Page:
Oh Lord, our tears, and joys – you see and know them all. Hear the cries of all who are desperate for love, security, hope, and peace today. The names on our hearts, people, places, situations: receive our prayer.
Esther Ch 4 verse 15 – 17 Then Esther sent this reply to Mordecai “Go and gather together all the Jews of Susa and fast for me. Do not eat or drink for three days, night or day. My maids and I will do the same. And then, though it is against the law, I will go in to see the King. If I must die, I must die.” So Mordecai went away and did everything as Esther had ordered him.
In the Old Testament prayer was often accompanied by fasting. I’ve fasted in the past but I’ve always drank water whilst doing it. I can’t imagine how hard it must’ve been to last 3 days without food and water, but it showed how serious they were with God, and how much danger they were in. Plus going to see the King was an instant death sentence if you’d hadn’t been called. So Esther was taking her life in her hands.
Her attitude was if I must die, I must die. It wasn’t a case of saving her own skin, she didn’t have that option and she knew she couldn’t stay silent. Sometimes doing the right thing is hard to do, but if like Esther and the other Jews you come together with other believers to support one another and go through trials in unity you become stronger. Esther’s attitude wasn’t to look out for herself, but she chose to act, and because of this God worked a miracle through her to rescue the Jewish people from being murdered.
Lord help us, Lord, to be a community that supports one another in prayer and fasting, and a community of action when we need to step up to help others, and like Esther when we need to do the right thing, that we’ll not think twice about ourselves but think of others first.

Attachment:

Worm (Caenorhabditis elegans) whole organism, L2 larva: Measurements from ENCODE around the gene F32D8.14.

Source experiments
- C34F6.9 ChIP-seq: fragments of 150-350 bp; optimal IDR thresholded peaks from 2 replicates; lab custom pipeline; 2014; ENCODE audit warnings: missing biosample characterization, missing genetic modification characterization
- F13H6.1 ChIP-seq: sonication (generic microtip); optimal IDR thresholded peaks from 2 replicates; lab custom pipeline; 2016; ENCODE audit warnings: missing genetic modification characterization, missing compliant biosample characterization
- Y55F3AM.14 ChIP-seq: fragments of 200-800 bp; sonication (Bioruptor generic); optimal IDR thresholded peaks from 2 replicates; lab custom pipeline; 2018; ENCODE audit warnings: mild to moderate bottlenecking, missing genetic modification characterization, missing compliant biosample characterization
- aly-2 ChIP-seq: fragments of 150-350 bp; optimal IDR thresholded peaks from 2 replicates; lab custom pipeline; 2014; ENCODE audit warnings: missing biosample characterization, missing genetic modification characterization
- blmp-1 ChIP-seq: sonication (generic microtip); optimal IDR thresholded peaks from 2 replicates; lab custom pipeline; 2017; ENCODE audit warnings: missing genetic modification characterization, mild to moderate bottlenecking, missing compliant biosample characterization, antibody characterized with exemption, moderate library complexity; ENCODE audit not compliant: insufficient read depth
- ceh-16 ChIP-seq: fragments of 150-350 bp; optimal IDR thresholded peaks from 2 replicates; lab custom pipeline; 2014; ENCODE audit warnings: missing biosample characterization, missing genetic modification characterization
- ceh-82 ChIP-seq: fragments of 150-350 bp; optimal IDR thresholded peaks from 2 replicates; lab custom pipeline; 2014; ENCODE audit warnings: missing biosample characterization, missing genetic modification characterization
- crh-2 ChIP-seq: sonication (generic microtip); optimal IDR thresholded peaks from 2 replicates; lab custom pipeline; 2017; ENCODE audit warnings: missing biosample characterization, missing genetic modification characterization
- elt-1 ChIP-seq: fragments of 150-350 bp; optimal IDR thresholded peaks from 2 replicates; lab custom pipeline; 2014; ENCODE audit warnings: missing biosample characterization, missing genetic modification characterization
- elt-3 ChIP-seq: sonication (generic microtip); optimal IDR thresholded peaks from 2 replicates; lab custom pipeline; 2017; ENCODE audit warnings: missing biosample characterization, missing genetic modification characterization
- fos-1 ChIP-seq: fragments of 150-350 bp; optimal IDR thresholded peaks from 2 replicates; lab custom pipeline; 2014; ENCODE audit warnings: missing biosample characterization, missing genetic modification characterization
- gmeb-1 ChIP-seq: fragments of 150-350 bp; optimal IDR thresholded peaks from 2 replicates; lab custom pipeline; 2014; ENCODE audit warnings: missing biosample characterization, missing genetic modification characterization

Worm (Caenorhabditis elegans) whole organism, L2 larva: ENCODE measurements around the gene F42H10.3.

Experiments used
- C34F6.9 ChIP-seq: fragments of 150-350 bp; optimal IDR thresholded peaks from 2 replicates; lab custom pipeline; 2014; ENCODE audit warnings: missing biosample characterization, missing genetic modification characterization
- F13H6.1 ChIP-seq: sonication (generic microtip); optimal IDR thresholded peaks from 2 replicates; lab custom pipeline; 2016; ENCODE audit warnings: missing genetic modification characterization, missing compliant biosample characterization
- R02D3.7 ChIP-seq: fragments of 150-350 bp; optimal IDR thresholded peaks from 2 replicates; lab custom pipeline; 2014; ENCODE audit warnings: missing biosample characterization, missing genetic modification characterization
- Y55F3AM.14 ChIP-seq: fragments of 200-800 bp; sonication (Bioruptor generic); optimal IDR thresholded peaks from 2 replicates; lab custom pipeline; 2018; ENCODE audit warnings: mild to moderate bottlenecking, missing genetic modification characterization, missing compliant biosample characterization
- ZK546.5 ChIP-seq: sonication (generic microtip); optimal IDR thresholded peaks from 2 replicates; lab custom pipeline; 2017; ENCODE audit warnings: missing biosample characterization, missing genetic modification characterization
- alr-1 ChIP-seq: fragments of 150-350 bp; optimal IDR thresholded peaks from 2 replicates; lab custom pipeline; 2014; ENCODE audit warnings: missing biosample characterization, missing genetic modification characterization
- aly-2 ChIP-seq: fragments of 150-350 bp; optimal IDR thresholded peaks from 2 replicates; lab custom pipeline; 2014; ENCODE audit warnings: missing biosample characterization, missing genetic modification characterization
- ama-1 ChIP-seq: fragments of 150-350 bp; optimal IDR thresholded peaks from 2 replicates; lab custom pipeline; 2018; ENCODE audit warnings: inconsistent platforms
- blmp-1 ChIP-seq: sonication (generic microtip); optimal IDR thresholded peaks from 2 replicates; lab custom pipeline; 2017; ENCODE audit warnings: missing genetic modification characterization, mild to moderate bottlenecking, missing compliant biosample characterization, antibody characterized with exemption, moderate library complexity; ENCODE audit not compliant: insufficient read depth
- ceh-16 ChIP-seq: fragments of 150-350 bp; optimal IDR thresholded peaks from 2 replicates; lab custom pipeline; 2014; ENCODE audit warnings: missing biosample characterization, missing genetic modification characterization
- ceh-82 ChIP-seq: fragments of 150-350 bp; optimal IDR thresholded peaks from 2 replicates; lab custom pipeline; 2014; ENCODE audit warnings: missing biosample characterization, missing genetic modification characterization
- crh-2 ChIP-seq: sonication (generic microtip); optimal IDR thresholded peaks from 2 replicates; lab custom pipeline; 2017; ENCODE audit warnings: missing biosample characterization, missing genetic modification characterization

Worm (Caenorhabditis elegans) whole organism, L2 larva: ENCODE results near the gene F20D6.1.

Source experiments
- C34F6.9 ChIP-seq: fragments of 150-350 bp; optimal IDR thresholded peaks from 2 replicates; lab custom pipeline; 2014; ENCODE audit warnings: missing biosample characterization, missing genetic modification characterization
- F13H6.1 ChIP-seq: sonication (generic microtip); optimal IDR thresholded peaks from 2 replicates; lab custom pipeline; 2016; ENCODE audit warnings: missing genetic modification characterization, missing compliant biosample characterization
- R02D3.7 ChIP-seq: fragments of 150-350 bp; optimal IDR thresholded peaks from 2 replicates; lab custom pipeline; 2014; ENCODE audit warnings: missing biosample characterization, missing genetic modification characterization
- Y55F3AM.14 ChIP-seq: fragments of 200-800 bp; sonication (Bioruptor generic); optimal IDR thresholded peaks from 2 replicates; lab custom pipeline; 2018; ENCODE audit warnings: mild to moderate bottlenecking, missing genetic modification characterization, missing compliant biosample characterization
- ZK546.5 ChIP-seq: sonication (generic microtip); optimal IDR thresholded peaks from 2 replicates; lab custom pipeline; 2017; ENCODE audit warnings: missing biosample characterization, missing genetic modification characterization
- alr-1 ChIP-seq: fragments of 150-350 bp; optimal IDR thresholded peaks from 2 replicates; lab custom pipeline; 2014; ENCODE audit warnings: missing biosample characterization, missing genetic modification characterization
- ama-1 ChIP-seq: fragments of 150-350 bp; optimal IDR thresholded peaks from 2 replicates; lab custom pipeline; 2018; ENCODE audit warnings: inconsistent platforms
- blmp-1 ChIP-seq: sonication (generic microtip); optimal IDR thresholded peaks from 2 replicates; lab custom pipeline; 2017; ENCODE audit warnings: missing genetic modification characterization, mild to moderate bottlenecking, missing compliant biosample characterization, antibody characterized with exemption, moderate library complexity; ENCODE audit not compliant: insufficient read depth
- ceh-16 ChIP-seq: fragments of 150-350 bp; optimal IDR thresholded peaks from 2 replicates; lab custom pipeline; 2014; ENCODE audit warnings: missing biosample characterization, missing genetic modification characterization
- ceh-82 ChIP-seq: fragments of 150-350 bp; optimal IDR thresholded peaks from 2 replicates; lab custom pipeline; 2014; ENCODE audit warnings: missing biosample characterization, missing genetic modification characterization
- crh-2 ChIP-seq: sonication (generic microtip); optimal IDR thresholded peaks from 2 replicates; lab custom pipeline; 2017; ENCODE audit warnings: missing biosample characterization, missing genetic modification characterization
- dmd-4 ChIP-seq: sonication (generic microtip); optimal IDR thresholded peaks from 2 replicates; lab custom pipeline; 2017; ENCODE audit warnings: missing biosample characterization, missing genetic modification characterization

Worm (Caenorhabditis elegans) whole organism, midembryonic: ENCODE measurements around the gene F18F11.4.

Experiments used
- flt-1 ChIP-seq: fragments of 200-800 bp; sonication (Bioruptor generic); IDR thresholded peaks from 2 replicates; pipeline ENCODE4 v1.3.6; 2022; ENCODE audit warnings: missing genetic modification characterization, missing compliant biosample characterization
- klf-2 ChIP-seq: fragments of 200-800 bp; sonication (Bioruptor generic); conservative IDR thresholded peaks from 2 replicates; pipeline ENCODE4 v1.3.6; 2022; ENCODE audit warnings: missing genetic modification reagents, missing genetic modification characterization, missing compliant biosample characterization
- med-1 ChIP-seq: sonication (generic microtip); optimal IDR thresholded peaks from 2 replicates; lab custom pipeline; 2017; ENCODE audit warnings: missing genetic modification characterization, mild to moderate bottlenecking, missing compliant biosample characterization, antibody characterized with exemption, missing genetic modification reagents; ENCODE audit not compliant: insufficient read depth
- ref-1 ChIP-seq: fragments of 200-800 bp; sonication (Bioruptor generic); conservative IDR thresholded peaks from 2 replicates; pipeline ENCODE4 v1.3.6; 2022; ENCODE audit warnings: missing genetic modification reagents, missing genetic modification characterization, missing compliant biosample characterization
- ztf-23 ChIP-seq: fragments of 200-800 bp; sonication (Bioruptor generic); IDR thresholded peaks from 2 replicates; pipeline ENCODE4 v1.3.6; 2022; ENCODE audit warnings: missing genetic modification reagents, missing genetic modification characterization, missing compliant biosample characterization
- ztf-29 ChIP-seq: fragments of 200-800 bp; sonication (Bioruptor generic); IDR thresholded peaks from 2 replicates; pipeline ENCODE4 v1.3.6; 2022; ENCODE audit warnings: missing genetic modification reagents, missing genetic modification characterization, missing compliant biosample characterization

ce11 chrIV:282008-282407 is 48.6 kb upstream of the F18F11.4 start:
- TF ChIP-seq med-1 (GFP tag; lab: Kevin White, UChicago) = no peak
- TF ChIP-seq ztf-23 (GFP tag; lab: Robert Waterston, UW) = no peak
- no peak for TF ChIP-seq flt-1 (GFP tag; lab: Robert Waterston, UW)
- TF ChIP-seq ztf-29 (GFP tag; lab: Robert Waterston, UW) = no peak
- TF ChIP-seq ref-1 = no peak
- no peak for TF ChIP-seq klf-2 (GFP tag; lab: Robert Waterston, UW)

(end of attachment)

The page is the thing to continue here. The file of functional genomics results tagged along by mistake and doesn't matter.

Proverbs Ch3 verses 27-28 Do not withhold good from those to whom it is due when it is in your power to act. Do not say to your neighbour,
“Come back tomorrow and I’ll give it to you” when you already have it with you.
Twice the words ‘do not’ are used in these two verses. These words are clear in their intention, they are to prevent the reader from being under any illusion about how we should respond to those to whom good is due. We are to give it to them immediately or as soon as possible. We are not to withhold it or put it off when it is within our ability to give it there and then.
Doing good should be one of those things that each of us as Christians finds is a natural response to God’s transforming power being at work in us. I am reminded of the phrase which says that ‘by their fruits, you shall know them’.
One of those fruits by which we are known as followers of Jesus is that we are doers of good, not just talkers of doing good, or those who encourage others to do good. No, but we are known by the fact that we do good to men and women of all faiths and none, to whom that that good is due.
Dear Lord Jesus, as your Church here in Wath may we be known, both collectively and individually, as those who can be called upon and relied upon to do good in your name.